On the face of it, the National Rural Employment Guarantee Act, proposed by Sonia Gandhi's National Advisory Council, looks really neat.
It is, you're told, completely self-selecting and so only the poor will opt for it though it will be open for the non-poor as well.
It will provide over a crore (10 million) jobs in a year and so take care of a fourth of the country's unemployed (assuming a 10 per cent unemployment rate on a workforce of around 40 crore -- 400 million) and will lift around three-fourths of the rural poor above the poverty line even though, somewhat confusingly, you're also told the scheme will provide jobs to just 5.5 per cent of the total population below the poverty line in rural areas (www.nac.nic.in/communication/FinancialREGA.pdf).
So while it is true that the scheme will cost Rs 40,000 crore (Rs 400 billion) a year once it is fully implemented, the NAC paper on the financial implications of the proposed act says this will be under 1 per cent of GDP.
The problem is once you question the scheme's neat little assumptions, you understand the old joke about how people who assume something are making an ass-(of)-u-(and)-me!
Let's take the first assumption -- the scheme being self-selecting since the jobs will involve doing manual labour at the minimum wage, only the poor will opt for it. So, while calculating the cost of the scheme, only the poor households (4 crore -- 40 million) are assumed to opt for it. This is questionable.
Since everyone knows labourers do not get paid the minimum wage a very large part of the time, especially in the off-season, it stands to reason a scheme which promises the minimum wage will be over-subscribed by even the non-poor.
If each rural household participates in the scheme, and only one member is given 100 days' employment as per the scheme, the cost will go up to around Rs 150,000 crore (Rs 1,500 billion) a year.
The scheme assumes Rs 60 of every hundred will be given as wages, while just Rs 40 will be spent on capital costs and administering it, in keeping with other public employment programmes, and assumes no leakages at all since, as NAC member Jairam Ramesh told me, it would be administered by the gram panchayat.
Since the scheme draws its inspiration from a similar one run in Maharashtra, it's instructive to see some evaluations of the latter. I used the one by S Mahendra Dev and Ajit Ranade, for the (lazy) reason this is the one Jairam gave me.
In the Maharashtra case, the duo say the non-labour costs of the scheme are 50 per cent (significantly higher than the NAC's 40 per cent), and for every Rs 100 spent, the poor get just Rs 21.6, a transfer efficiency that's double that achieved in programmes like the PDS (for every Rs 100 spent here, the poor get just Rs 11.2), but still pretty poor.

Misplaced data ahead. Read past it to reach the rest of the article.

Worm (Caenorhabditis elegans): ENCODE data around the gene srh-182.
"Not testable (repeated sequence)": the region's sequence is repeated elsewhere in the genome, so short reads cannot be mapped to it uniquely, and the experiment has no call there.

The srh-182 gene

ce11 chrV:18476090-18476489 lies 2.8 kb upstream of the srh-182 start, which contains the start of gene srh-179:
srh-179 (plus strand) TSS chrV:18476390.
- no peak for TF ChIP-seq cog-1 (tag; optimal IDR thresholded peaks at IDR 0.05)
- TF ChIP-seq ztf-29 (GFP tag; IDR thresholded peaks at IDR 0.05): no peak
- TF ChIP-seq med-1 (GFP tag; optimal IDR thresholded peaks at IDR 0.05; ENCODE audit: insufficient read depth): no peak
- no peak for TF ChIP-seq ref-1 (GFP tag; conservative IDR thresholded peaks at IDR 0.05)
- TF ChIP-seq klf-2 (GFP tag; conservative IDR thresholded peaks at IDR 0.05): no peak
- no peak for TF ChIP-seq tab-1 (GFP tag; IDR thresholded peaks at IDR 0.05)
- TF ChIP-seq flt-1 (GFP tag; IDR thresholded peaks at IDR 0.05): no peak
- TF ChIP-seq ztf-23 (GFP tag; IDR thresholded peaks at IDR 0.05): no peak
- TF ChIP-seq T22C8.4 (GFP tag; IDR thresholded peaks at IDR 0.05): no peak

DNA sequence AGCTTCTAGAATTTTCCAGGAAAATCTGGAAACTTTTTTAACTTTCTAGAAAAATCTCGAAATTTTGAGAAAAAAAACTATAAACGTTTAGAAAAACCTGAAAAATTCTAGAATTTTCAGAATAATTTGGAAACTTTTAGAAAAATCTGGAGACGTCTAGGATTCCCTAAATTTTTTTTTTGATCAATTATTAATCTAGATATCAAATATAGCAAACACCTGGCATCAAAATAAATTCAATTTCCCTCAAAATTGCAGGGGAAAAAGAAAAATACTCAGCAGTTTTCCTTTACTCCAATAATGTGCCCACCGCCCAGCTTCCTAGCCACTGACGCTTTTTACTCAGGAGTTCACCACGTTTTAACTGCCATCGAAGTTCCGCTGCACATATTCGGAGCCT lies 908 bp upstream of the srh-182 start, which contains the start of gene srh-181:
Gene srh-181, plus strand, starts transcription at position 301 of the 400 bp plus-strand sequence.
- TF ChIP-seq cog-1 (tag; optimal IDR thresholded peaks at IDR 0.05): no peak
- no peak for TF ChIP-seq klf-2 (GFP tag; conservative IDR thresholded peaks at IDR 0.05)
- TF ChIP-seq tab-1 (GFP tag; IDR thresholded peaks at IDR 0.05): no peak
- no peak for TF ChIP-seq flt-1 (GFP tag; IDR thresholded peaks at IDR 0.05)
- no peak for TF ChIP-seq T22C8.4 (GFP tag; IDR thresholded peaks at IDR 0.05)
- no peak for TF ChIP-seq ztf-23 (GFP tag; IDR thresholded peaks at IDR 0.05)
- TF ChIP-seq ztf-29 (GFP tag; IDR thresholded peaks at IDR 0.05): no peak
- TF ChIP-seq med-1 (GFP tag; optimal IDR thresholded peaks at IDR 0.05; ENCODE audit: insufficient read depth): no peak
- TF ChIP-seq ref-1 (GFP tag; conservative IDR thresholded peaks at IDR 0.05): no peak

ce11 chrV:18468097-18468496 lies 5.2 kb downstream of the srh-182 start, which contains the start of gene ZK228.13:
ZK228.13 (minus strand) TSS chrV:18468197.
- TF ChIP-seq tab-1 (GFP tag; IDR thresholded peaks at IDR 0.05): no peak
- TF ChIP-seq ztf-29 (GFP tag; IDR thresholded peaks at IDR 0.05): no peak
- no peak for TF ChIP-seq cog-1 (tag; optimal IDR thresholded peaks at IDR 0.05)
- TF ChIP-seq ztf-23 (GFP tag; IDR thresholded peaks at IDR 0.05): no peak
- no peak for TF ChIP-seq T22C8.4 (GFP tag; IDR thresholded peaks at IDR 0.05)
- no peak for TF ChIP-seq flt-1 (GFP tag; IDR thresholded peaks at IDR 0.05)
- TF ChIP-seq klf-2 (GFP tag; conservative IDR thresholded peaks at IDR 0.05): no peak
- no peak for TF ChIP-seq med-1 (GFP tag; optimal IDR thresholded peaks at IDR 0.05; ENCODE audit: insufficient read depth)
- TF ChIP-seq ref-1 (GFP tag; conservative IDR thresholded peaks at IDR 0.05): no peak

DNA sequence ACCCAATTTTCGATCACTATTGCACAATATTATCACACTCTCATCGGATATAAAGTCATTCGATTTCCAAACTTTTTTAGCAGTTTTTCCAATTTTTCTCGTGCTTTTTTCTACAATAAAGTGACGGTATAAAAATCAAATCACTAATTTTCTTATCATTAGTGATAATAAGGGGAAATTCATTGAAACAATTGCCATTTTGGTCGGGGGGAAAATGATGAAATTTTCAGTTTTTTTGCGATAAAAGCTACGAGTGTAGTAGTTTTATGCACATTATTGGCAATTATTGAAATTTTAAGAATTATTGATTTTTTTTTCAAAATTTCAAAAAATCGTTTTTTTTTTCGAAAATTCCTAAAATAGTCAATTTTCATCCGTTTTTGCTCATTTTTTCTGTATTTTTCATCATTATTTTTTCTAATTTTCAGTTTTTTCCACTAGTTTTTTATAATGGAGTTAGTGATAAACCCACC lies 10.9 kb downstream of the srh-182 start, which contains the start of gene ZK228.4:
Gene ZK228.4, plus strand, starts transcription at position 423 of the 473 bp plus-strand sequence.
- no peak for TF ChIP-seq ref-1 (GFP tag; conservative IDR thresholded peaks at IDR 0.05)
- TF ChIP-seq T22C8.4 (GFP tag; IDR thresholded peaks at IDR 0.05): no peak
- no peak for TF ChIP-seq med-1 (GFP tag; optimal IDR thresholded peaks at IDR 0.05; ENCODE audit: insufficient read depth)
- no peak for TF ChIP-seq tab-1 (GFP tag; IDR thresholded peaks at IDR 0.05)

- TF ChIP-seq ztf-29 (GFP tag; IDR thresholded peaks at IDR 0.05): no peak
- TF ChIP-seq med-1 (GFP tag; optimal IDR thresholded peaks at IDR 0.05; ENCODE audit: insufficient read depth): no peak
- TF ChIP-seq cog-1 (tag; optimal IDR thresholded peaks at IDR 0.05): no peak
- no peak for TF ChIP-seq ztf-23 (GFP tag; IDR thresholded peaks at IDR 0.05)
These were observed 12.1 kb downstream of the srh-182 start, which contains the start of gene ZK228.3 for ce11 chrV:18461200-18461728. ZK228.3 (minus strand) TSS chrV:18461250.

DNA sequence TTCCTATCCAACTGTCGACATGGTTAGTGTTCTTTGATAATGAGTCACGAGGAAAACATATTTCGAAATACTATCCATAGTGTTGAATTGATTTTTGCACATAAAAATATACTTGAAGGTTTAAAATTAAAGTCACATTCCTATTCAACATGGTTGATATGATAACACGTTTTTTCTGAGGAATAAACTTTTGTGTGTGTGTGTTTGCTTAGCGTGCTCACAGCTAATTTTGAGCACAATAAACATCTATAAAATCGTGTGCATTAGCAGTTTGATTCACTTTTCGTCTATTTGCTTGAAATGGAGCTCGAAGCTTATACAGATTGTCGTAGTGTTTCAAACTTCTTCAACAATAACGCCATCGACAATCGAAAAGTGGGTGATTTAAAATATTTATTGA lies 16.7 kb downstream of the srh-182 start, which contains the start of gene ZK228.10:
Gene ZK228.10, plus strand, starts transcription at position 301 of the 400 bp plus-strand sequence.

Dev and Ranade assume a leakage of 20 per cent (in the sense that workers get paid below the guaranteed wage) but if you increase this to even 40 per cent, the scheme's effectiveness is pretty much down to levels of the PDS-kind of schemes.
The reason why I say the leakage could be higher is the official numbers suggest this is the case. According to Planning Commission member Abhijit Sen, in 1999-00, people reported they were working 250 million mandays on 'public works' programmes to the NSS, yet in that year the government spent enough for 500 million mandays!
But what of the point Jairam makes, that since the panchayats will administer it, the leakages will be minimal? Apart from the fact that this sounds like just a new mantra considering just how panchayats are dominated by a few powerful castes, the maths doesn't add up.
Assume half the funds go to the panchayat, as the scheme suggests. So of every Rs 100 spent, Rs 50 goes here. Of this, Rs 25 has to be taken out for capital costs and administrative charges. So, assuming no leakage, the workers get the remaining Rs 25.
In the other Rs 50 that is spent in the manner government departments do, assuming the normal 10-12 per cent reaches the people, the workers will get Rs 3, taking the total to Rs 28 of wages for every Rs 100 spent.
And given that workers will need to sacrifice some other employment to take up the guaranteed wages job, even this figure may need to be reduced.
Clearly the issue that needs to be addressed here is that of capital costs since they suck out 40-50 per cent of the amount immediately. And since no one has really been able to identify the assets (such as irrigation canals) that have been built by such schemes in the past, why spend on capital?
And this is precisely what the Planning Commission is trying to do, to see if it can somehow marry this scheme with other programmes.
So, for instance, if the Planning Commission is clearing a Rs 5,000-crore (Rs 50 billion) rural roads programme with a Rs 2,000-crore (Rs 20 billion) wage component, why not get the wage component from the guaranteed jobs act, and just clear the roads programme as a Rs 3,000-crore (Rs 30 billion) one or increase the capital component to Rs 5,000 crore?
While merging the labour component of one scheme with the capital component of another is a logistical nightmare (more so since the state government will have to legally compensate those who don't get jobs), surely the rural roads programme would have created jobs anyway?
In which case, all the jobs-guarantee programme will effectively do is to serve as an enhanced allocation for existing projects!